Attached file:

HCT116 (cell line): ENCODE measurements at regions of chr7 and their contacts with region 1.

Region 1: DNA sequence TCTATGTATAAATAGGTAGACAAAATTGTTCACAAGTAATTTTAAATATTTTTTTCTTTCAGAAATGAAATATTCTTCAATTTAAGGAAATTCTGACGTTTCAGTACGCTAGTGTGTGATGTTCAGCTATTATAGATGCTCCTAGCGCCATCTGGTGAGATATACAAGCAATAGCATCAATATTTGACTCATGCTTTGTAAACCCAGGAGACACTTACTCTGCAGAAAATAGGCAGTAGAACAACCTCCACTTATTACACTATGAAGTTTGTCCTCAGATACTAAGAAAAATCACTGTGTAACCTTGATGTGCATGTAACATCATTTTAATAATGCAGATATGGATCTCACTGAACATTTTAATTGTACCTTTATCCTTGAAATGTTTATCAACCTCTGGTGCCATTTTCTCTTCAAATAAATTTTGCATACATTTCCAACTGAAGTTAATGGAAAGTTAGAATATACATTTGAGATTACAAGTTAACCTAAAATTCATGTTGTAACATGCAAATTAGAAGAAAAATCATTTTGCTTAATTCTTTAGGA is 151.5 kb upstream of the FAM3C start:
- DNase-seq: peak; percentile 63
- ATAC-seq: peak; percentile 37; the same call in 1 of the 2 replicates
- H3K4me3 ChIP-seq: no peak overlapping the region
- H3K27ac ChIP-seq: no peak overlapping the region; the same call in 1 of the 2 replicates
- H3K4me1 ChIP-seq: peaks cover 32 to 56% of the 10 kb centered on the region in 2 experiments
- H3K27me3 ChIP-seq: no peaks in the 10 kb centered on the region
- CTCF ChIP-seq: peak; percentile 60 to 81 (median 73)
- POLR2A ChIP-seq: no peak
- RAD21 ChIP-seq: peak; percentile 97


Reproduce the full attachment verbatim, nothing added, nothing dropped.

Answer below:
HCT116 (cell line): ENCODE measurements at regions of chr7 and their contacts with region 1.

Region 1: DNA sequence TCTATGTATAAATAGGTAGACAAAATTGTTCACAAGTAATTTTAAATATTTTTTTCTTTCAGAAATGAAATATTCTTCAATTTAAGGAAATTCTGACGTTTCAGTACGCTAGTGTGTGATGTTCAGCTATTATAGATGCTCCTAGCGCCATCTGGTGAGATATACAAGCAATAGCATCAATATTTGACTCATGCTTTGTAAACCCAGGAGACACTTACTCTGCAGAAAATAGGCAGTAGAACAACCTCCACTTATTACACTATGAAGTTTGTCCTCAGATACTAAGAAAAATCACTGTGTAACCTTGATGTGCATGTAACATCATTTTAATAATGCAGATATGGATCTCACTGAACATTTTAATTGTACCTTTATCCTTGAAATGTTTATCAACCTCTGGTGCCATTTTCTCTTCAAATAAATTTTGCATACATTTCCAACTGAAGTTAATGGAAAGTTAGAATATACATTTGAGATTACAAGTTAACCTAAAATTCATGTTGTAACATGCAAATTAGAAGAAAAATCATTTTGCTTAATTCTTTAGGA is 151.5 kb upstream of the FAM3C start:
- DNase-seq: peak; percentile 63
- ATAC-seq: peak; percentile 37; the same call in 1 of the 2 replicates
- H3K4me3 ChIP-seq: no peak overlapping the region
- H3K27ac ChIP-seq: no peak overlapping the region; the same call in 1 of the 2 replicates
- H3K4me1 ChIP-seq: peaks cover 32 to 56% of the 10 kb centered on the region in 2 experiments
- H3K27me3 ChIP-seq: no peaks in the 10 kb centered on the region
- CTCF ChIP-seq: peak; percentile 60 to 81 (median 73)
- POLR2A ChIP-seq: no peak
- RAD21 ChIP-seq: peak; percentile 97